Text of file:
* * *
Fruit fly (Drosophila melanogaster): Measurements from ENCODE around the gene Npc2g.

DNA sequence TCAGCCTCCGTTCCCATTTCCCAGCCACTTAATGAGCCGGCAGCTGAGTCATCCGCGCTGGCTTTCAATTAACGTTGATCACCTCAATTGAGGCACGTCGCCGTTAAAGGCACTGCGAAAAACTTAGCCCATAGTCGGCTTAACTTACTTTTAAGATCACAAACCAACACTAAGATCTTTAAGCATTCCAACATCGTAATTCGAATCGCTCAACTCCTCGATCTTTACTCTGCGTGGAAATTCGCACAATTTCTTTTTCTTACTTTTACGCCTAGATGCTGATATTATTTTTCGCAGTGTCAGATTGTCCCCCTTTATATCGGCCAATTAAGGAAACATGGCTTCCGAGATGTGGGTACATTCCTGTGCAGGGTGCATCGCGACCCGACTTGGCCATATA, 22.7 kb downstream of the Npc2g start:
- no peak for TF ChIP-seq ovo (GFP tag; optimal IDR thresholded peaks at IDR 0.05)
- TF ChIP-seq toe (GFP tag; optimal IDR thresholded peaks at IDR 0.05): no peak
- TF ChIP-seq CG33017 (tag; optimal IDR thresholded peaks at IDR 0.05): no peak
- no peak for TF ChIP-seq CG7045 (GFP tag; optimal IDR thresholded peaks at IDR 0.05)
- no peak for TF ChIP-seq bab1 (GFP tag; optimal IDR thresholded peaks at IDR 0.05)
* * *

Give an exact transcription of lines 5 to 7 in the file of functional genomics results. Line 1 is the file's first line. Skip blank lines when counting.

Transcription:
- TF ChIP-seq CG33017 (tag; optimal IDR thresholded peaks at IDR 0.05): no peak
- no peak for TF ChIP-seq CG7045 (GFP tag; optimal IDR thresholded peaks at IDR 0.05)
- no peak for TF ChIP-seq bab1 (GFP tag; optimal IDR thresholded peaks at IDR 0.05)